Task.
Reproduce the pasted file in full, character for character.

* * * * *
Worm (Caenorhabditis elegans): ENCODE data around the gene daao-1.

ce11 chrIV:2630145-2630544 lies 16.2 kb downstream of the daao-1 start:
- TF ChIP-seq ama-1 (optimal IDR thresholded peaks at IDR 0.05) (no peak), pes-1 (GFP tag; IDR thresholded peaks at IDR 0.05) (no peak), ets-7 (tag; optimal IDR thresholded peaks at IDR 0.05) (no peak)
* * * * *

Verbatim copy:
Worm (Caenorhabditis elegans): ENCODE data around the gene daao-1.

ce11 chrIV:2630145-2630544 lies 16.2 kb downstream of the daao-1 start:
- TF ChIP-seq ama-1 (optimal IDR thresholded peaks at IDR 0.05) (no peak), pes-1 (GFP tag; IDR thresholded peaks at IDR 0.05) (no peak), ets-7 (tag; optimal IDR thresholded peaks at IDR 0.05) (no peak)